- Arrest warrant hearings can take place at short notice when a war crimes suspect is visiting the UK. By the time the DPP acts the suspect will be gone. Why not leave it to the judge? They can act quickly.
- Universal jurisdiction has no effect on our ability to broker peace negotiations in the Middle East or anywhere else. Ministers and diplomats are immune from arrest.
- We have used universal jurisdiction to arrest Bosnians, Rwandans and Afghans. How can we use it against them but not allow it to be used against Israelis? Isn’t that double standards?
- The biggest cause of hatred against the West is the perception that international law is applied only when it suits the West and never against Israel.
- Why undermine one of the oldest civil liberties – the right of the citizen to seek a summons or arrest warrant – when there are many simpler ways of guaranteeing that no one will be arrested on flimsy evidence (eg require notice to the DPP, raise the evidence threshold). Shouldn’t there be a judicial review of alternatives as pledged by the Lib Dem manifesto?
Guardian Letter – Arrest warrants for alleged war crimes
Thursday 2 December 2010
We are appalled to learn that the government is pressing ahead with ill-considered restrictions on judicial powers to order the arrest of suspected war criminals. Not only is it morally right, but it is also our international obligation to bring war criminals to justice, wherever their crimes were committed. The government’s claim that arrest warrants are handed out on the basis of “flimsy evidence” is not backed by evidence. The experienced senior district judges who hear the very few cases of this kind have only issued warrants where there is serious evidence that a war crime may have been committed and that the suspect has a case to answer. It is deeply insulting to the knowledge and expertise of these judges to suggest that they would issue warrants on the basis of flimsy evidence.
It is a long-established right for individuals to apply for an arrest warrant to be issued, even if they cannot make the arrest or bring the prosecution themselves. This allows the courts to act quickly when a suspected war criminal is in this country. Requiring the prior consent of the director of public prosecutions before an arrest warrant can be issued introduces delay, making it easy for the suspect to leave the country, and risks introducing political interference. With all due respect to current incumbents, the DPP is after all appointed and supervised by the attorney general who is a government minister. We urge all parliamentary political parties to reject these changes.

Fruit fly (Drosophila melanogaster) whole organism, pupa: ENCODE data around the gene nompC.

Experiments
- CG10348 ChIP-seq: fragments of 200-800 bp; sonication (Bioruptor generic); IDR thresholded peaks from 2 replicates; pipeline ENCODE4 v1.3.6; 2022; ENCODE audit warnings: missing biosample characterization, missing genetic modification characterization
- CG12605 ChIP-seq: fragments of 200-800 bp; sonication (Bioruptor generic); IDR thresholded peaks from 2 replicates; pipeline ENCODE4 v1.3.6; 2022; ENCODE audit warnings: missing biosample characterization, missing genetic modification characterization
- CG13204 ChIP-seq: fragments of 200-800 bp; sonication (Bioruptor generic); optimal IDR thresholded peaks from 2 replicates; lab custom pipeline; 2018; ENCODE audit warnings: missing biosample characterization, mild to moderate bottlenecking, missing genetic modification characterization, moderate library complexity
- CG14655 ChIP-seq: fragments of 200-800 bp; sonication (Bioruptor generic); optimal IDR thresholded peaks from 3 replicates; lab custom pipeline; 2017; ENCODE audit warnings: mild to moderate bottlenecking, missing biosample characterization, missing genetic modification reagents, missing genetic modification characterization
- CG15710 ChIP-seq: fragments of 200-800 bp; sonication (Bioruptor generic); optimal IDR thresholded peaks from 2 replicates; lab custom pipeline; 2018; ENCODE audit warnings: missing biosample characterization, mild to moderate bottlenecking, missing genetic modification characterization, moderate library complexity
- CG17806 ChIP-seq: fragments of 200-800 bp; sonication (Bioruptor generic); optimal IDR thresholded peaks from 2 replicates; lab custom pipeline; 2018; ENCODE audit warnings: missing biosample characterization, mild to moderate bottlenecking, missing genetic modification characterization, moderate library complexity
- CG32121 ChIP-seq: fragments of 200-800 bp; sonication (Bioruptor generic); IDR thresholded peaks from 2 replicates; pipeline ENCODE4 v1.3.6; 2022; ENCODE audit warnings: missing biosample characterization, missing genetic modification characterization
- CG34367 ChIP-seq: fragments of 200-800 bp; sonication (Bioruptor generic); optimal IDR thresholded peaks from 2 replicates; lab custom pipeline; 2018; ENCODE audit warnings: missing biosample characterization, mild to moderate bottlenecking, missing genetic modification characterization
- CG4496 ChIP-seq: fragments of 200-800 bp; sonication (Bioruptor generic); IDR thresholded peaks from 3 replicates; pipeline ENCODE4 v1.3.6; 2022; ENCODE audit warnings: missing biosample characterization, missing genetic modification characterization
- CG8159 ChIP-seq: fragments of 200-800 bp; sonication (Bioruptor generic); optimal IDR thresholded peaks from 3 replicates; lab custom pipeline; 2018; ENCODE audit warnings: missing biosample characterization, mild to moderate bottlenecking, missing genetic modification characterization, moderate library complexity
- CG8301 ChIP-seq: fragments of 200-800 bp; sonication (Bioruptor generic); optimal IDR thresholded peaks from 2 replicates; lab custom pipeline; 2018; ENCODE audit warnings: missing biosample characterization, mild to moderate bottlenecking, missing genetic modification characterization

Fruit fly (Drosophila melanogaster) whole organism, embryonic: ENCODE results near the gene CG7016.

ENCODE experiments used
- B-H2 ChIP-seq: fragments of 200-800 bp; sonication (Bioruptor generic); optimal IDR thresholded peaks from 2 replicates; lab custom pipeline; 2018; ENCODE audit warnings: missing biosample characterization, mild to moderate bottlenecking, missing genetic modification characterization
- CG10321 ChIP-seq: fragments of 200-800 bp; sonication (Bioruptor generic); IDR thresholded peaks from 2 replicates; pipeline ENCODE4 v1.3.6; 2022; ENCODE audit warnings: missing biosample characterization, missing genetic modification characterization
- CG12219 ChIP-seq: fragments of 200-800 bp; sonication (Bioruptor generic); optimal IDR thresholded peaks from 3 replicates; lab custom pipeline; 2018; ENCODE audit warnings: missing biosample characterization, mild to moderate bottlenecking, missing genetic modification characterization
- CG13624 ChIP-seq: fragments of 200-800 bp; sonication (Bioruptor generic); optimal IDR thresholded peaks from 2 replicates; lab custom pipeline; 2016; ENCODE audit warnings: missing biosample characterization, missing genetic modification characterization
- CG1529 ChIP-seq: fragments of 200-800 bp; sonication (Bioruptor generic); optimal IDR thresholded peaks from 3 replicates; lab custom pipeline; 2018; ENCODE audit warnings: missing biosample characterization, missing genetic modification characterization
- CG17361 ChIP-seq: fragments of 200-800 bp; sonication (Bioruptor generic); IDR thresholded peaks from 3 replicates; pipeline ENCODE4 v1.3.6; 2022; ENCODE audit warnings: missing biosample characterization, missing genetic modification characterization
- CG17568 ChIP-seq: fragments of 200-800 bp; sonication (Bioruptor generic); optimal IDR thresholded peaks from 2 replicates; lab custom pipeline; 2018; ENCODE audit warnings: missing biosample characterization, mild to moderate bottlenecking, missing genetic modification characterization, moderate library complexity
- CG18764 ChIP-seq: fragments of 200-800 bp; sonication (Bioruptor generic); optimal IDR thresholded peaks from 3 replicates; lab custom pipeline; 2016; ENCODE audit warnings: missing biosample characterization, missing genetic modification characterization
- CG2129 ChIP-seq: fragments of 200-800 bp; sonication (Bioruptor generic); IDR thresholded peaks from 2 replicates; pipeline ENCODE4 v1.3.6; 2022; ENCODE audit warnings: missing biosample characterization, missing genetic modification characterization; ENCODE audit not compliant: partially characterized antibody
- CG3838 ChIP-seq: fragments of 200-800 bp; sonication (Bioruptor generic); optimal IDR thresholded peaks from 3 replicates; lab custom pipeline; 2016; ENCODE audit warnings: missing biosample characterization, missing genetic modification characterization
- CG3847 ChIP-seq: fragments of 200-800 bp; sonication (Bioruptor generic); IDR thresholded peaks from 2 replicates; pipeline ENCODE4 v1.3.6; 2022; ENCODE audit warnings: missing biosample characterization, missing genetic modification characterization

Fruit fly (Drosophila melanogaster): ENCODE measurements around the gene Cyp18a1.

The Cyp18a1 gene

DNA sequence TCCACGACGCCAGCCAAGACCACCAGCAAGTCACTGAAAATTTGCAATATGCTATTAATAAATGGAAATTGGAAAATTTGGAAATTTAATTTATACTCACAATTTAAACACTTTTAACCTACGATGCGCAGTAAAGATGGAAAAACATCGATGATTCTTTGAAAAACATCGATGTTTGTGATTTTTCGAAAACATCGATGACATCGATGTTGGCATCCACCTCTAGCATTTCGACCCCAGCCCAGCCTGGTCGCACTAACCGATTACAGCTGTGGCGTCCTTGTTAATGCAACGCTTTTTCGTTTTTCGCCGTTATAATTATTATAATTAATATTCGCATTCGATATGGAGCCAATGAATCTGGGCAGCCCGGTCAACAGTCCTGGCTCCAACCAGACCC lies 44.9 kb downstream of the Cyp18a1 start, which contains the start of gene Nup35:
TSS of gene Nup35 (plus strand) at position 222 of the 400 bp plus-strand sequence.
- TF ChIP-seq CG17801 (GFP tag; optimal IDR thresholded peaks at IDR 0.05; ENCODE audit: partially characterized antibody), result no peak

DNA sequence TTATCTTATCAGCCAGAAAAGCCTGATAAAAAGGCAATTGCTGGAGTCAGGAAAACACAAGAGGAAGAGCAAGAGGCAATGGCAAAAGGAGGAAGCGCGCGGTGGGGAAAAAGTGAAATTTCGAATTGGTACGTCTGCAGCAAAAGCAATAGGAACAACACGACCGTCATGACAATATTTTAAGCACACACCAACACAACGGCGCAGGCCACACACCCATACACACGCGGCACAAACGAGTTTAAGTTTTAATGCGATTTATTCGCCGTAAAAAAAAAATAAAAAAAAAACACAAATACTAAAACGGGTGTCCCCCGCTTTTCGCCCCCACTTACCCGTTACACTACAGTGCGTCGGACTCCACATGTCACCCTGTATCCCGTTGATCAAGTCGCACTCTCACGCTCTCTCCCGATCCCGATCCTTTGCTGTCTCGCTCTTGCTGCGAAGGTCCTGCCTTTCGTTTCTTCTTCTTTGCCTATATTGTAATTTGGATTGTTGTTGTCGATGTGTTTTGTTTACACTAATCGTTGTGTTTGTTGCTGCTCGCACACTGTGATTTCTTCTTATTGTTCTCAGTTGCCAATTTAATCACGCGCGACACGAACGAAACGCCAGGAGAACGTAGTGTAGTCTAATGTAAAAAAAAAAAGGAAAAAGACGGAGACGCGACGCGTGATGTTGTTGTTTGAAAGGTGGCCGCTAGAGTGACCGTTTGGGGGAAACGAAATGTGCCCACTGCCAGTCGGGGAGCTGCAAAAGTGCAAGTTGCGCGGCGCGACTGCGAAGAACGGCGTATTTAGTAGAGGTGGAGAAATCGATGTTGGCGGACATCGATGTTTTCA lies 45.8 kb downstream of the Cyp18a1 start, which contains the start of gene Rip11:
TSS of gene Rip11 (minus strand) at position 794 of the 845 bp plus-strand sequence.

Sir Geoffrey Bindman Bindmans
LLP Michael Mansfield QC
James Lewis QC
Joel Bennathan QC
Bob Marshall-Andrews QC
Steve Kamlish QC
Lionel Blackman Chairman, the Solicitors’ International Human Rights Group
Daniel Machover Chair, Lawyers for Palestinian Human Rights
Carla Ferstman Director, Redress
Tayab Ali Partner, Irvine Thanvi Natas solicitors
Simon Natas Partner, Irvine Thanvi Natas solicitors
Andrew Katzen Partner, Hickman and Rose
Anna Mazzola Partner, Hickman and Rose
Ole Hansen Partner, Hansen Palomares
John R.W.D. Jones
In September 2009 lawyers representing 16 Palestinians applied for an arrest warrant for the Israeli defence minister Ehud Barak during a visit to the UK. However, the Foreign Office upgraded his status to ‘special status’ to give him diplomatic immunity from arrest. In December 2009, an arrest warrant was issued in the UK for Israeli foreign minister, Tzipi Livni, who was due to visit London but decided against a visit.
On 4 March 2010, the Justice Secretary Jack Straw set out changes to the law governing the issue of arrest warrants in respect of certain specified universal jurisdiction offences. However, recognising the controversial nature of the proposed changes, Mr Straw indicated that he would undertake a brief consultation prior to legislating. Subsequently, any legislation implementing changes to the private prosecution element would not able to be brought forward until after the 2010 general election.